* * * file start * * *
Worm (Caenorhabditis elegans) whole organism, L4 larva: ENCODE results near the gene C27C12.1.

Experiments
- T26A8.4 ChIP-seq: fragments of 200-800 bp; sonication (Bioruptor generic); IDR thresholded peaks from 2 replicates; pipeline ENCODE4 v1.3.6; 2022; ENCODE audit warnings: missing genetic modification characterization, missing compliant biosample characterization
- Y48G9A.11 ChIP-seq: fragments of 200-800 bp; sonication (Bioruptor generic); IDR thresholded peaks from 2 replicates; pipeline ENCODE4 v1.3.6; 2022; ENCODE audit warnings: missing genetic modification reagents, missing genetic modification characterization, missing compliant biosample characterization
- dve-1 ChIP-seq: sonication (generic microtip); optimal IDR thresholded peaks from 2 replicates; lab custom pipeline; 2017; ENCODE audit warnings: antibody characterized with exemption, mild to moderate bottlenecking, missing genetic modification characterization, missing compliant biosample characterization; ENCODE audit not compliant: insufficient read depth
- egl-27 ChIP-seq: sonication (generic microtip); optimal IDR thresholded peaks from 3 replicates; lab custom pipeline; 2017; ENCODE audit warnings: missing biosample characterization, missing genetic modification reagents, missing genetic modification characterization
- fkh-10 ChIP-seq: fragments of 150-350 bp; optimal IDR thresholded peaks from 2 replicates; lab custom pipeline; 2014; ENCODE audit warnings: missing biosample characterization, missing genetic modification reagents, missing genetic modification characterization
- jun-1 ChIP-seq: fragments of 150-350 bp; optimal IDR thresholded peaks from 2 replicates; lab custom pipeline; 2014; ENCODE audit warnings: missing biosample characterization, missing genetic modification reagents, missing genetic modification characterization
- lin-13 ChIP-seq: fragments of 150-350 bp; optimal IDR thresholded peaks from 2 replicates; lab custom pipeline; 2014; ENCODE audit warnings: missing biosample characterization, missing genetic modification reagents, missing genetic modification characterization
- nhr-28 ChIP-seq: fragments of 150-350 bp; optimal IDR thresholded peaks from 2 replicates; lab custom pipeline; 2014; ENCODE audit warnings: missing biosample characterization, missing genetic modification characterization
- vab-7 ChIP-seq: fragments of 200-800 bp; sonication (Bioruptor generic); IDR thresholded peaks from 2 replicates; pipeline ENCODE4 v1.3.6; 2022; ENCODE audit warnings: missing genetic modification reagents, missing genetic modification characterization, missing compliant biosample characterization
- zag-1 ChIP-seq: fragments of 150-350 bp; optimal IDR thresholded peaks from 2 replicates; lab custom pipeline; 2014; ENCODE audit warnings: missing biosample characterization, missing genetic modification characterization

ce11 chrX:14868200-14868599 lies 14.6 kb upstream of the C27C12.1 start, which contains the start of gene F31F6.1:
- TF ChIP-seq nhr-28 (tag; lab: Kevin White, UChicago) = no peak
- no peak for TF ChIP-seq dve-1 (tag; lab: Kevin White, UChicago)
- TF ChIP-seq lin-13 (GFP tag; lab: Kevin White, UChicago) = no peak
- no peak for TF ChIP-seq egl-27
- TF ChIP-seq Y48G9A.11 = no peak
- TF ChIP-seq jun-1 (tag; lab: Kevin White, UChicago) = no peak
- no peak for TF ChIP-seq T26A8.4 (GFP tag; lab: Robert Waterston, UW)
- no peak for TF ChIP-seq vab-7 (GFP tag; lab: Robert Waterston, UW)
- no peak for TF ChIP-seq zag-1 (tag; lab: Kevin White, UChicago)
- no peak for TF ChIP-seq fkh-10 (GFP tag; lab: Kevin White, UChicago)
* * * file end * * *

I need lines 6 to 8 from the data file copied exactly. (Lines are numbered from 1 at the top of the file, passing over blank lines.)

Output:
- egl-27 ChIP-seq: sonication (generic microtip); optimal IDR thresholded peaks from 3 replicates; lab custom pipeline; 2017; ENCODE audit warnings: missing biosample characterization, missing genetic modification reagents, missing genetic modification characterization
- fkh-10 ChIP-seq: fragments of 150-350 bp; optimal IDR thresholded peaks from 2 replicates; lab custom pipeline; 2014; ENCODE audit warnings: missing biosample characterization, missing genetic modification reagents, missing genetic modification characterization
- jun-1 ChIP-seq: fragments of 150-350 bp; optimal IDR thresholded peaks from 2 replicates; lab custom pipeline; 2014; ENCODE audit warnings: missing biosample characterization, missing genetic modification reagents, missing genetic modification characterization